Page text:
The position of genes in the interphase nucleus and their association with functional landmarks correlate with active and/or silent states of expression. Gene activation can induce chromatin looping from chromosome territories (CTs) and is thought to require de novo association with transcription factories. We identify two types of factory: "poised transcription factories," containing RNA polymerase II phosphorylated on Ser5, but not Ser2, residues, which differ from "active factories" associated with phosphorylation on both residues. Using the urokinase-type plasminogen activator (uPA) gene as a model system, we find that this inducible gene is predominantly associated with poised (S5p+S2p-) factories prior to activation and localized at the CT interior. Shortly after induction, the uPA locus is found associated with active (S5p+S2p+) factories and loops out from its CT. However, the levels of gene association with poised or active transcription factories, before and after activation, are independent of locus positioning relative to its CT. RNA-FISH analyses show that, after activation, the uPA gene is transcribed with the same frequency at each CT position. Unexpectedly, prior to activation, the uPA loci internal to the CT are seldom transcriptionally active, while the smaller number of uPA loci found outside their CT are transcribed as frequently as after induction. The association of inducible genes with poised transcription factories prior to activation is likely to contribute to the rapid and robust induction of gene expression in response to external stimuli, whereas gene positioning at the CT interior may be important to reinforce silencing mechanisms prior to induction.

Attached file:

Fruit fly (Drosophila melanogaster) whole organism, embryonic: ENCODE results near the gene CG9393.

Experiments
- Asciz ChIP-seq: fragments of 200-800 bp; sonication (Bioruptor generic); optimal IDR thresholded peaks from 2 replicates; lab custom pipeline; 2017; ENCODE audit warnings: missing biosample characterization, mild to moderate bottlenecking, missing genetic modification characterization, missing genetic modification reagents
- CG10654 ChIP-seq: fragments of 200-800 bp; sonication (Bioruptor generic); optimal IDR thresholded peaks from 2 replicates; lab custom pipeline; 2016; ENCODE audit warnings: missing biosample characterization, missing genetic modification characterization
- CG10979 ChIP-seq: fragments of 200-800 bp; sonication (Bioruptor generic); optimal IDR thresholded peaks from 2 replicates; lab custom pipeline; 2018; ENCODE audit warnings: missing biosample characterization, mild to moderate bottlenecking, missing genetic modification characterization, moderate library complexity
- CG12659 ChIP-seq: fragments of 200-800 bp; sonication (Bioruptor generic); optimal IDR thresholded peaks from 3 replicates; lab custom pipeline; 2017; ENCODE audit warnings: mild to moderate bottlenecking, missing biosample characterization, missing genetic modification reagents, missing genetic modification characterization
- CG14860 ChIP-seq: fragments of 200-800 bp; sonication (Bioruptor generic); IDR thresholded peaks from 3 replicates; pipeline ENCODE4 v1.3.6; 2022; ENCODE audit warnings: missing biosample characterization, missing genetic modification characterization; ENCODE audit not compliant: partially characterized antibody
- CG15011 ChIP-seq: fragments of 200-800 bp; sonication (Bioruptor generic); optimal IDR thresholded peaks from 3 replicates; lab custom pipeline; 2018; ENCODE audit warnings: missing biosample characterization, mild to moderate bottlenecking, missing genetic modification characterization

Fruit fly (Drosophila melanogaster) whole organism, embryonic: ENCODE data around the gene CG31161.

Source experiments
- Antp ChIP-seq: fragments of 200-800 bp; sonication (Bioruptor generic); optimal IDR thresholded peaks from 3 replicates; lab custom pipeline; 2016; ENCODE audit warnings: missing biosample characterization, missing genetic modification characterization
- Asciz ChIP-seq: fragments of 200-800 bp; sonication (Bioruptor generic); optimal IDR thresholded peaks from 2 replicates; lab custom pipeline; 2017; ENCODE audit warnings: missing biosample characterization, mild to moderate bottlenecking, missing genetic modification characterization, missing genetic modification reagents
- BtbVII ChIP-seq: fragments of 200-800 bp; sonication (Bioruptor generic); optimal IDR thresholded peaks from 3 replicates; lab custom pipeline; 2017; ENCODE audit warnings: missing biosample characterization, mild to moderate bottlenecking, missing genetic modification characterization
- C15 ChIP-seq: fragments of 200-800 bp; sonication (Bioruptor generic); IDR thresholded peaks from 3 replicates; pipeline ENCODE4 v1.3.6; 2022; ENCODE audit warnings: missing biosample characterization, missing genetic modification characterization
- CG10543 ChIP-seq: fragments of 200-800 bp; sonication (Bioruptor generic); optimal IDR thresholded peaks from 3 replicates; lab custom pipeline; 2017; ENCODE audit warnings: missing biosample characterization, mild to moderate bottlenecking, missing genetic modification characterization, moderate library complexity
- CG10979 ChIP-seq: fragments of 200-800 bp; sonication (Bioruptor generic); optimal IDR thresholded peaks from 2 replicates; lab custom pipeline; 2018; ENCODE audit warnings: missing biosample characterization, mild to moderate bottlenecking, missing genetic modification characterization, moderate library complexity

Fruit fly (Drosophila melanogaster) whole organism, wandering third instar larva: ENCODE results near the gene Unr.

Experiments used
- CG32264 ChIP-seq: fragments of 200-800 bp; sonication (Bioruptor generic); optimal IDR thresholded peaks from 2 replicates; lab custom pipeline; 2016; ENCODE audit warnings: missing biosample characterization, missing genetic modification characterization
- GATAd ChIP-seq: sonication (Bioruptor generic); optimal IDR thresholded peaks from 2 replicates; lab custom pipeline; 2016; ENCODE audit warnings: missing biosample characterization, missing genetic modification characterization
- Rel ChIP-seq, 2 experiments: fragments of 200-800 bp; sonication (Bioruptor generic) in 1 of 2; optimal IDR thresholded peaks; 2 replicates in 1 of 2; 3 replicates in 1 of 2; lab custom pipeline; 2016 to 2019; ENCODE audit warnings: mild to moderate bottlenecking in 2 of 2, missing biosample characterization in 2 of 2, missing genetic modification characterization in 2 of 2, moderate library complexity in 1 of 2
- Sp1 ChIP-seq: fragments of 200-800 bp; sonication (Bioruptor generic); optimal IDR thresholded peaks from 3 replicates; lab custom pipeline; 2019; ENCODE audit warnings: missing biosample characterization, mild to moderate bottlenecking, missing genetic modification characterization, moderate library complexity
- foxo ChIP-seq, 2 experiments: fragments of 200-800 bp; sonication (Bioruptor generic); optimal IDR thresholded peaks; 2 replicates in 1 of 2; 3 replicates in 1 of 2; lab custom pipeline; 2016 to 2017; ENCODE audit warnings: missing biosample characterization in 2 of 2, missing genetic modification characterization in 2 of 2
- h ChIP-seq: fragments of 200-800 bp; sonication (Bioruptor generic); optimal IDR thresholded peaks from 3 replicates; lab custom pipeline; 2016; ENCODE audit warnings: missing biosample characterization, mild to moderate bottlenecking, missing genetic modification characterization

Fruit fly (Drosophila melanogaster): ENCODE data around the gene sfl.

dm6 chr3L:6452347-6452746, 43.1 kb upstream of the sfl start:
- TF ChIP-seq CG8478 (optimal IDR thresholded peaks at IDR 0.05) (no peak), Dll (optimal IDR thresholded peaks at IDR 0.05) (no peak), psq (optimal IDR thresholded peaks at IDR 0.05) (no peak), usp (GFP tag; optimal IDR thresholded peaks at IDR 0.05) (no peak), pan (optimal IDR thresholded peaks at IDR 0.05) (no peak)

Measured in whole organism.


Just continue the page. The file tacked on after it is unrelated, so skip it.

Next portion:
ASJC Scopus subject areas
- Agricultural and Biological Sciences(all)
- Biochemistry, Genetics and Molecular Biology(all)
- Immunology and Microbiology(all)